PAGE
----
• Is whitespace significant, or only used to separate tokens? Are trailing commas allowed? Will the input ever have a syntax error? What does display do? I assume it prints out something, but how does it print it out? Is case significant? If so, shouldn't your second test case should read LoopN? In your first test case you use Print, did you mean Display? The second test case seems to have multiple statements; how are statements separated? Are they always separated by newlines, or can it be any token separator? If they're always separated by newlines, can newlines appear anywhere else? Sep 26, 2021 at 21:28
• Every challenge has to have an objective scoring criterion; what is it for this challenge? Consider code-golf or fastest-code. Sep 26, 2021 at 21:29
• I see that you've tagged this fastest-code; this scoring criterion often involves a bit more work for the author, as all answers have to be scored on the same machine for fairness. If you use this scoring criterion, you should specify what machine you'll be running submissions on, as well as what test cases the input will be run on. Sep 26, 2021 at 21:33
• Some feedback re the language itself: there's no obvious conditional construct, though one can use LoopN{<cond>} :: [ <body> ] if cond is known to be either 0 or 1, and Pow{0, Pow{0, Pow{<cond>, 2}}} to convert <cond> to 1 if non-zero, or 0 if 0. Additionally, there's no obvious way to check for equality, other than using something like Pow{0, Pow{Sub{A, B}, 2}}, and no obvious way to check for greater than or less than. Sep 26, 2021 at 21:42
• More questions re the challenge: What are numbers? Are they all ints? All floats? What's the difference between IntDiv and FloorDiv? What are all of the valid ways to specify a number? What precision should be supported for numbers? Possible options include arbitrary precision (this would be helpful towards making the language turing-complete), implementation-defined (e.g. whatever your language supports), or something specific like IEEE-754 double precision floats. Sep 26, 2021 at 21:46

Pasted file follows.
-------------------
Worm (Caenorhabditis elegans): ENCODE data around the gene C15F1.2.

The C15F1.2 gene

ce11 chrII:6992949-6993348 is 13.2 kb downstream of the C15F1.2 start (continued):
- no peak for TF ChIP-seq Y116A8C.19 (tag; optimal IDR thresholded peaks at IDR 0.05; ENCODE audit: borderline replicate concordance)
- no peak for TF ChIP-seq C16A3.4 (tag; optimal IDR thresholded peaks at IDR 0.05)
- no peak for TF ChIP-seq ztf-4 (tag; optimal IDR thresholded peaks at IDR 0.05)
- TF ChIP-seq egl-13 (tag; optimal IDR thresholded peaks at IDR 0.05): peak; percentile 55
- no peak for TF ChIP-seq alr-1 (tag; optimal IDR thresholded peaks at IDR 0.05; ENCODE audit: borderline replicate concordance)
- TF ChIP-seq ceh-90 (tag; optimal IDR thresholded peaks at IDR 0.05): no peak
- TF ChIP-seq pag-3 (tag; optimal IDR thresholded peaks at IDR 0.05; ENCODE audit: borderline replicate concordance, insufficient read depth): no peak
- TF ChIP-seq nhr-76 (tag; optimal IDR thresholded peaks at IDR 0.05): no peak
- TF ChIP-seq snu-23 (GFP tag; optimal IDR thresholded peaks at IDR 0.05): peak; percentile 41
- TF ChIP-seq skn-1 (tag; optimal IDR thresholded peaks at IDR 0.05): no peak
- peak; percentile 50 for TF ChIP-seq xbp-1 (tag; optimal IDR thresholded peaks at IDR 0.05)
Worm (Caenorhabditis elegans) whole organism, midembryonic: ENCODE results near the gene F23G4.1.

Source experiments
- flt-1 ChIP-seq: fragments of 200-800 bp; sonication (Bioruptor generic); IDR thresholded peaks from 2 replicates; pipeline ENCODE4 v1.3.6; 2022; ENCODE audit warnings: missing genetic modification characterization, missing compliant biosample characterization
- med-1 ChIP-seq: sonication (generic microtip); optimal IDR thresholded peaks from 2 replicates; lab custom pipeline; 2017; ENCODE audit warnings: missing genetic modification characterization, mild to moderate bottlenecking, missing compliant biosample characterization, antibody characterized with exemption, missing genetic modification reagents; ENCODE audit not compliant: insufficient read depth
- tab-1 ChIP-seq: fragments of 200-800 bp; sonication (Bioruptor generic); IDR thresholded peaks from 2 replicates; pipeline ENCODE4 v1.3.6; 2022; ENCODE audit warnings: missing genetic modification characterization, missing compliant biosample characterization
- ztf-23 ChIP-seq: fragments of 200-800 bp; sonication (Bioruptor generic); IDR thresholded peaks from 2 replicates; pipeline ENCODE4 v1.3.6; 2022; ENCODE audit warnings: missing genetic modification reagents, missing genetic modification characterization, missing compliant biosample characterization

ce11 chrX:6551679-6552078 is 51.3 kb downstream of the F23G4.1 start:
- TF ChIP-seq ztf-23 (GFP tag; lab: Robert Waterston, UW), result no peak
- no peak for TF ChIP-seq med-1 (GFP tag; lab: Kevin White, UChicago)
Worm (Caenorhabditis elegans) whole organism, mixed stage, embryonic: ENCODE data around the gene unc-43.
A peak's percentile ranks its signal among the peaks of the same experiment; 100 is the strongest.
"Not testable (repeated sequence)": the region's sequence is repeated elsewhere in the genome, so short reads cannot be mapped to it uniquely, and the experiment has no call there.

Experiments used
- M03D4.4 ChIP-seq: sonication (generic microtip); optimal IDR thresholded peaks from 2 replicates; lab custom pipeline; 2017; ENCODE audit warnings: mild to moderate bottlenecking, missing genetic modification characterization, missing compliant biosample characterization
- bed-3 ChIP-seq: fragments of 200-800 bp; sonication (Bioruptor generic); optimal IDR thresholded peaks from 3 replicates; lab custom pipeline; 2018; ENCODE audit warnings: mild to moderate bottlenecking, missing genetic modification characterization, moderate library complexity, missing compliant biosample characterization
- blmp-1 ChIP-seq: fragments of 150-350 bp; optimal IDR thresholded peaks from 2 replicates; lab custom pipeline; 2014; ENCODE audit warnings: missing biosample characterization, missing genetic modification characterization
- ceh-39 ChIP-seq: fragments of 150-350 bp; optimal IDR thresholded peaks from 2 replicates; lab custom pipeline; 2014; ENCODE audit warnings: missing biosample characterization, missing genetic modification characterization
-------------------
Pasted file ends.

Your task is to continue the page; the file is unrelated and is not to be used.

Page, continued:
• How does LoopN work? Can you pass it a computed value, or does it have to be a number literal? If it's a computed value, is it recomputed every time, or stored after the first time? If it's recomputed, you could create while loops, which would be helpful for turing-completeness. Sep 26, 2021 at 21:48
• How many arguments do each of the functions take? What happens if a function is called with an incorrect number of arguments? Can that be assumed not to happen, or should some kind of error be outputted? Sep 26, 2021 at 21:50
• Does FibN support a non-positive index? If not, can it be assumed to not be called with that, or should an error be outputted? What happens if you divide by zero? Sep 26, 2021 at 21:52
• What happens if you call Factorial with a negative number? Does Factorial support an input of 0? (it probably should) Sep 26, 2021 at 21:53
• If floats exist in the language, what does OddEvenQ do if you pass it a non-integer? Sep 26, 2021 at 21:54
• Are compilers allowed? Sep 26, 2021 at 22:07
• The second test case are looking weird, isn't the output should be 2 \n 3 \n 4 \n?
– okie
Oct 4, 2021 at 4:59
• I feel like you should add more MathScript programs to test with. An answer could optimize solely for the single test case you've given.
– user
Oct 6, 2021 at 1:01